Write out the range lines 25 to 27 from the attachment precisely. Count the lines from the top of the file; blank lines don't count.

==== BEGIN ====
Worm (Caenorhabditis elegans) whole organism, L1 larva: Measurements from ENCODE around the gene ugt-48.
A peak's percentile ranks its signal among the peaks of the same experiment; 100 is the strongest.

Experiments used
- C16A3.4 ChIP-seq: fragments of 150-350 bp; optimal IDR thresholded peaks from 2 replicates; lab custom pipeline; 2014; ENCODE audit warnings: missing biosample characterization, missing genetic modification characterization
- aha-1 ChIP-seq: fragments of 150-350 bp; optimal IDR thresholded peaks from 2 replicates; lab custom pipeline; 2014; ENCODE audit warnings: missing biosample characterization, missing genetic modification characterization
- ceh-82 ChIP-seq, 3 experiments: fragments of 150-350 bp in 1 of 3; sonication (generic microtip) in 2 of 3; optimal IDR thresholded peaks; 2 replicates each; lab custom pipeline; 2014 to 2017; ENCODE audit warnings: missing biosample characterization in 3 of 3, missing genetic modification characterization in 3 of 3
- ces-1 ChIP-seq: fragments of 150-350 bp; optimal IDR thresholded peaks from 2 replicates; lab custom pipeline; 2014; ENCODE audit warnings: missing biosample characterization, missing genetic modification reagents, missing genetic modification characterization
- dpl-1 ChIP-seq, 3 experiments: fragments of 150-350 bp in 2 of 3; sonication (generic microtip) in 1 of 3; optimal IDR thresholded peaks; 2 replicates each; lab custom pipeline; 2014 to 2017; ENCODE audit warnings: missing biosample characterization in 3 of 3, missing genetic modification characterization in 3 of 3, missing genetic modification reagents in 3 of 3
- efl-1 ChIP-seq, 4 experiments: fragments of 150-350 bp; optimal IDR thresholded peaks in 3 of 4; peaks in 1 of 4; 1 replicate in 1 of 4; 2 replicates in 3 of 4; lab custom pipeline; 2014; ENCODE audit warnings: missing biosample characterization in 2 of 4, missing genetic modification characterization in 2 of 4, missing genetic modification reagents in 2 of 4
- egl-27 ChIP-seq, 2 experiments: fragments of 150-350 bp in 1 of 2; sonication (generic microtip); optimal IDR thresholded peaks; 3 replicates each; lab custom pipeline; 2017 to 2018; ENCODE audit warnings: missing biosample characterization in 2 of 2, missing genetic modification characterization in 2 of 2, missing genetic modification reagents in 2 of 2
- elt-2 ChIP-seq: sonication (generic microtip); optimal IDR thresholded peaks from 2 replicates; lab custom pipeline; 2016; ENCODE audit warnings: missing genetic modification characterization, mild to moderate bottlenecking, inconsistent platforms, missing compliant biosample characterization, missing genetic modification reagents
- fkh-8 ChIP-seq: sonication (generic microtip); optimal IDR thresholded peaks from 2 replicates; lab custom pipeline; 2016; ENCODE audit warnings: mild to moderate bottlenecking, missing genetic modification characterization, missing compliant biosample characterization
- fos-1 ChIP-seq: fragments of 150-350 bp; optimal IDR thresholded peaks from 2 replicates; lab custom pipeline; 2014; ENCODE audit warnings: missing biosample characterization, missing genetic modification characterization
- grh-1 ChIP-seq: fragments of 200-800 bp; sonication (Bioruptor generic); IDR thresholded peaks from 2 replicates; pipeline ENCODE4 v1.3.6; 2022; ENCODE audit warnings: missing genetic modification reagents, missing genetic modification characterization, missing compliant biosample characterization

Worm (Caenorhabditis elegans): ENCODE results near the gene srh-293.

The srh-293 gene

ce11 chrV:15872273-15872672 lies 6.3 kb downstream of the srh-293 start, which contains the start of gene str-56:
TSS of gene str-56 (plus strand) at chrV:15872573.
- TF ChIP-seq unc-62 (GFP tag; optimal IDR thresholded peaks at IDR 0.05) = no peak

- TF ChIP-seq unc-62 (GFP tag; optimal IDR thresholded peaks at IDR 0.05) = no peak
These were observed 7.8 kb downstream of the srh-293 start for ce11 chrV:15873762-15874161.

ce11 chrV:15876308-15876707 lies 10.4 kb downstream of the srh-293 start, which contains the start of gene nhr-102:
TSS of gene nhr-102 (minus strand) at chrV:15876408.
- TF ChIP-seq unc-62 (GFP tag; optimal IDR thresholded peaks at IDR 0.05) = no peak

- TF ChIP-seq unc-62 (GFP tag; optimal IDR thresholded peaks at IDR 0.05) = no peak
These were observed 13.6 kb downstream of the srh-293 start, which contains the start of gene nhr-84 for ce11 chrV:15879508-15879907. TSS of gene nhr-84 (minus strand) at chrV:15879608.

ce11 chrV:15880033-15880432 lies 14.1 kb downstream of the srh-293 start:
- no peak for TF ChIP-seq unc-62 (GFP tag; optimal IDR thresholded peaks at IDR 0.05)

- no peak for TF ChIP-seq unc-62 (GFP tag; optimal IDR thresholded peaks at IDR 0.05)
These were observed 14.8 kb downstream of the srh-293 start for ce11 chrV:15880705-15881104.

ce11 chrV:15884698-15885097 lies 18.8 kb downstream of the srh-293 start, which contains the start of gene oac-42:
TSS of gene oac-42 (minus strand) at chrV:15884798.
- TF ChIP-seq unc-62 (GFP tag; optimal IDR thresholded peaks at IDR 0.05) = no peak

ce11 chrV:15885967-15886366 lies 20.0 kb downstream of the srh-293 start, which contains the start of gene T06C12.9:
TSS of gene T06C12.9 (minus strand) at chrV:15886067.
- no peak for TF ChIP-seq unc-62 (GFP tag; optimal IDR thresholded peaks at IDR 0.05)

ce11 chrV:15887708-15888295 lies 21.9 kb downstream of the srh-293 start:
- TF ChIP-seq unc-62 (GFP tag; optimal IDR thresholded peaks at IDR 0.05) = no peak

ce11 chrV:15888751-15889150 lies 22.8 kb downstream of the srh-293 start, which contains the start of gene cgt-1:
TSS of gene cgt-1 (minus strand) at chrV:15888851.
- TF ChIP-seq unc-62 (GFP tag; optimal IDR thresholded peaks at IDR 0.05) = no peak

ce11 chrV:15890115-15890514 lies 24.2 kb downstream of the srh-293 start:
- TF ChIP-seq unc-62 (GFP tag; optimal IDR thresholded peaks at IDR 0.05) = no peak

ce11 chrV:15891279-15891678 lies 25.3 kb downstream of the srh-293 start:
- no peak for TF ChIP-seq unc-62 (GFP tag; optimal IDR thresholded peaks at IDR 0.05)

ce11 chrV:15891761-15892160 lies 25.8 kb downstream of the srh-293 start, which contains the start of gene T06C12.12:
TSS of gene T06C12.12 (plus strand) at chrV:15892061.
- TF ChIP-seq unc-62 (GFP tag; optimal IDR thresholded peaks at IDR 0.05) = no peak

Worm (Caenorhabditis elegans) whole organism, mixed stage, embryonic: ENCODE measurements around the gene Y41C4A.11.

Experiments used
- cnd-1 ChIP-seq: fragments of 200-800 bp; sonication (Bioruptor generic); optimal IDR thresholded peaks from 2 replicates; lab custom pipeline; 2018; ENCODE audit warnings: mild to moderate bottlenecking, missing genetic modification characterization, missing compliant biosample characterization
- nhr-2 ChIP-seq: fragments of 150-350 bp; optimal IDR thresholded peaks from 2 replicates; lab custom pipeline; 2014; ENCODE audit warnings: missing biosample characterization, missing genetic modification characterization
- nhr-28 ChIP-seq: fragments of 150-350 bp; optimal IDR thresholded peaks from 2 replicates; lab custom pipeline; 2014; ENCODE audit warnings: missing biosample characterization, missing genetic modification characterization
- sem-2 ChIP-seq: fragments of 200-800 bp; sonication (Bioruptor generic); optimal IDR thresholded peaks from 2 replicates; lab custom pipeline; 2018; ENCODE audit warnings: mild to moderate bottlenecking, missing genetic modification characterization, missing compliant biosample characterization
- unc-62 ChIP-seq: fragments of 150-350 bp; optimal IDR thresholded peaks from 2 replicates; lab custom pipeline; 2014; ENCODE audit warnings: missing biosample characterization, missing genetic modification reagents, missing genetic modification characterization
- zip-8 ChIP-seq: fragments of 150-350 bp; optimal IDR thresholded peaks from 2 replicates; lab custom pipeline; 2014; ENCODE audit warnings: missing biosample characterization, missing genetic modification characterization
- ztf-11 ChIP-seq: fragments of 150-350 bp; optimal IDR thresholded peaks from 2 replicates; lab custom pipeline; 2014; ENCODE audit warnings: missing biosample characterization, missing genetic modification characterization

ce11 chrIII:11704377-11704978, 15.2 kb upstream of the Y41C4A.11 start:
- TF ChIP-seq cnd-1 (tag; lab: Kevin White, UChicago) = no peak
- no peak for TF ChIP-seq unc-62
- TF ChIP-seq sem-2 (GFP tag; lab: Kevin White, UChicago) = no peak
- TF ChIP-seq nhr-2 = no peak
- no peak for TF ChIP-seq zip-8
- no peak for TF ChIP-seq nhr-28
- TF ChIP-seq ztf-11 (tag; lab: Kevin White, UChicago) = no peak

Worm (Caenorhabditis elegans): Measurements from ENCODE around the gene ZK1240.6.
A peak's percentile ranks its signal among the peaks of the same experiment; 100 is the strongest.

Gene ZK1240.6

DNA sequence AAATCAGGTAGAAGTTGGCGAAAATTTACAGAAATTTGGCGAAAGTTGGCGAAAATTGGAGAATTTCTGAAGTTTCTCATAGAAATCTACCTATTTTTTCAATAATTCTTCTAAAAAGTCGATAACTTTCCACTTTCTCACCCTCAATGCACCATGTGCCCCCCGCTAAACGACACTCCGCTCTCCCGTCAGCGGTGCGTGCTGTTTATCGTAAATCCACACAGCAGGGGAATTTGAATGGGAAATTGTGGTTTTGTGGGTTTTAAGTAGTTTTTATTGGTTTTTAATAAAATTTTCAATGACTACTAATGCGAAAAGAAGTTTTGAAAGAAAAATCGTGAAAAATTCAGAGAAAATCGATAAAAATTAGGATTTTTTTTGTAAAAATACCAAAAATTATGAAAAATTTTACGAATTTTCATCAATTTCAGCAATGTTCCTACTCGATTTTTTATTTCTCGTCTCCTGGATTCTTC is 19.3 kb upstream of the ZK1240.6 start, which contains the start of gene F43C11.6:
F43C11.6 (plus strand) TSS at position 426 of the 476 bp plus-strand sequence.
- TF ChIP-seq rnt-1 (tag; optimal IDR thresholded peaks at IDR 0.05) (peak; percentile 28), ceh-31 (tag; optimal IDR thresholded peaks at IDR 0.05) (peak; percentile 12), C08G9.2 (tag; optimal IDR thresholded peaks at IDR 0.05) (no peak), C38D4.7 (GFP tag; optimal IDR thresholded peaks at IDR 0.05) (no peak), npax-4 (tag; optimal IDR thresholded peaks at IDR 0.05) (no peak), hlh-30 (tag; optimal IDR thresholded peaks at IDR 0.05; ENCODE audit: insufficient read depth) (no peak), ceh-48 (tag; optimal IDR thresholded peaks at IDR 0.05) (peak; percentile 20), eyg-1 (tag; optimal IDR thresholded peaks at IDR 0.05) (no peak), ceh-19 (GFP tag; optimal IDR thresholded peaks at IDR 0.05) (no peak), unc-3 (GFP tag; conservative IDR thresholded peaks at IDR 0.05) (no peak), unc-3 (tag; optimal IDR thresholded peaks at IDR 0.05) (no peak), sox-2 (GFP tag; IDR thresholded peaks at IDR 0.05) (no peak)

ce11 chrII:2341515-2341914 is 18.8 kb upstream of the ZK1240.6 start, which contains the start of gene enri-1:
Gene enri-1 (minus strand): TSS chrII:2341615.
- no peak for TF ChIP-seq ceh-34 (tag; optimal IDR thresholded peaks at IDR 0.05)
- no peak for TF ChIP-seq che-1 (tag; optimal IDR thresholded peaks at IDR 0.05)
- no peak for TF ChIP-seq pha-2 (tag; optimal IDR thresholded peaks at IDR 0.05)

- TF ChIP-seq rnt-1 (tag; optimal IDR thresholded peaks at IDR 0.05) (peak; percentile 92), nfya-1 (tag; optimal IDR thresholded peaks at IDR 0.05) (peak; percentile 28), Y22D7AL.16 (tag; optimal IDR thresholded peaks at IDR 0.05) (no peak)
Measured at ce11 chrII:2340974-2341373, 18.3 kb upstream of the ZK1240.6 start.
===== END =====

- TF ChIP-seq unc-62 (GFP tag; optimal IDR thresholded peaks at IDR 0.05) = no peak
These were observed 13.6 kb downstream of the srh-293 start, which contains the start of gene nhr-84 for ce11 chrV:15879508-15879907. TSS of gene nhr-84 (minus strand) at chrV:15879608.

ce11 chrV:15880033-15880432 lies 14.1 kb downstream of the srh-293 start: